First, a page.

Thursday, December 25, 2003


I have often made the point that the Left/Right divide in the English-speaking world is largely a divide between the traditional English form of political organization -- which was decentralized and consultative -- versus a desire for something like an all-powerful oriental despotism. Conservatives like the traditional limited power of the centre while Leftists want to centralize all power in their hands. I trace the English tradition of limited central power all the way back to the primitive German tribes (Angles and Saxons) who conquered Britannia 1500 years ago and made it into England.

An Indian reader has noted my arguments to that effect and says that the political organization of the early Aryan settlers of North India was similar to that of the early Anglo-Saxons: "Far from the widely held perception of 'Oriental despotism', their political system required the king ('Rajan') to act in a manner which may be described as a constitutional monarchy of sorts. He was assisted in administration by two assemblies called 'Sabha' and 'Samiti' which could even depose him if he was found to be tyrannical or currupt. Hereditary succession was not guaranteed. Later of course with the absorption of small kingdoms into a large 'Magadhan' Empire - which was strong enough to deter Alexander from invading Central India -- the 'Rajan' became 'Samrat' or Emperor and the assemblies gradually became redundant".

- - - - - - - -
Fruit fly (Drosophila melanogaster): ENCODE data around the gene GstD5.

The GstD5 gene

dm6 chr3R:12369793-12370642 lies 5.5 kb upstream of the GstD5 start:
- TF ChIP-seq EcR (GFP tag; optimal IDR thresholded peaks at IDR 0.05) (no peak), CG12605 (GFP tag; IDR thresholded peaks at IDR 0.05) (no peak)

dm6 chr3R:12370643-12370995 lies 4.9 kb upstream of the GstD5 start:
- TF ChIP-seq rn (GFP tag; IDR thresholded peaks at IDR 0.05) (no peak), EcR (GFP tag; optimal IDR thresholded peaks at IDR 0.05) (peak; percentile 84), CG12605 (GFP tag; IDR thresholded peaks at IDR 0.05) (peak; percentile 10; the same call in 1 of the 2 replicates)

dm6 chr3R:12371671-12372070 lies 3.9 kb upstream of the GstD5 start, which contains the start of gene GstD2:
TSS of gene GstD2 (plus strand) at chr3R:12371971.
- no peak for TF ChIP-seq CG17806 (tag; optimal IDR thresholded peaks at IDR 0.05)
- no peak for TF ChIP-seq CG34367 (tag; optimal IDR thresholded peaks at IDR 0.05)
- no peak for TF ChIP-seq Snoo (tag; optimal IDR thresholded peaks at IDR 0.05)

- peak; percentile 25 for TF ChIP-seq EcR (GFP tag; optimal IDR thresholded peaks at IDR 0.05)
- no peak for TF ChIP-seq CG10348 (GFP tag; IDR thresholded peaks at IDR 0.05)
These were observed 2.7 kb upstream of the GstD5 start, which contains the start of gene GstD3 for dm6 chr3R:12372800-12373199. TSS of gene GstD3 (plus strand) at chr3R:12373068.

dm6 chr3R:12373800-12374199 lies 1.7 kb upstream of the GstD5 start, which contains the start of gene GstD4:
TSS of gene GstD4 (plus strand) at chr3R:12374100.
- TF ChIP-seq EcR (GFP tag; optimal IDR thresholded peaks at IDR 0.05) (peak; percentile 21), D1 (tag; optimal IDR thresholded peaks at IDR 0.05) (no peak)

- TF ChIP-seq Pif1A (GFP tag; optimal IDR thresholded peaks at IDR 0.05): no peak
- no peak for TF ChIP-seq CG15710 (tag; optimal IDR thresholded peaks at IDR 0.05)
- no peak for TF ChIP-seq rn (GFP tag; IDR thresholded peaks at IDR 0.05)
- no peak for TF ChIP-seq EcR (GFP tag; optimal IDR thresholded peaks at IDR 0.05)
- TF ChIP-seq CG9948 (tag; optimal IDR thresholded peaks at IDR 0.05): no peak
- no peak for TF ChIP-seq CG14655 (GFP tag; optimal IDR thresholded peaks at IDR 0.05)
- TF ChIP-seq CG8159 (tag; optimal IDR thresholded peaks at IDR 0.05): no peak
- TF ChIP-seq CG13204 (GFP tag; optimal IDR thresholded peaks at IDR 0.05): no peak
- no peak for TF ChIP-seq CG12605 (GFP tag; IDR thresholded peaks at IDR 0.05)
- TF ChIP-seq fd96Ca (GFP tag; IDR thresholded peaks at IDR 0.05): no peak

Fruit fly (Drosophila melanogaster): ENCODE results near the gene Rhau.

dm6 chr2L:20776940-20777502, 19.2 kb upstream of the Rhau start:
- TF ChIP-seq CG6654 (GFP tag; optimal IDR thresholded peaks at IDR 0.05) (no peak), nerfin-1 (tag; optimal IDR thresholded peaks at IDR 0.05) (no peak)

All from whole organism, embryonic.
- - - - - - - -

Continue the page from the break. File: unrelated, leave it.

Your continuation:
And Ancient Rome too started out as a republic with a powerful Senate and elected rulers. And the ancient Greeks are widely credited with having invented democracy -- though as all readers of Thucydides know, the direct form of democracy that the Athenians favoured was disastrous for them. So it seems that our good luck (or good management) as Anglo-Saxons is simply that original Indo-European traditions and systems survived longer among us than elsewhere.


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